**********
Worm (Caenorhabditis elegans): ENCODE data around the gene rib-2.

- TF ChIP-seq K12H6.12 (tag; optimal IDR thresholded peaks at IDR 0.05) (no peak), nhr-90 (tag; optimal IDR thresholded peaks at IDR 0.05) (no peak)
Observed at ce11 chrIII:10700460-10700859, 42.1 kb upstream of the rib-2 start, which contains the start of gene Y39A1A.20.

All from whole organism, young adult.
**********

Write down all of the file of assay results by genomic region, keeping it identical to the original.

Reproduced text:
Worm (Caenorhabditis elegans): ENCODE data around the gene rib-2.

- TF ChIP-seq K12H6.12 (tag; optimal IDR thresholded peaks at IDR 0.05) (no peak), nhr-90 (tag; optimal IDR thresholded peaks at IDR 0.05) (no peak)
Observed at ce11 chrIII:10700460-10700859, 42.1 kb upstream of the rib-2 start, which contains the start of gene Y39A1A.20.

All from whole organism, young adult.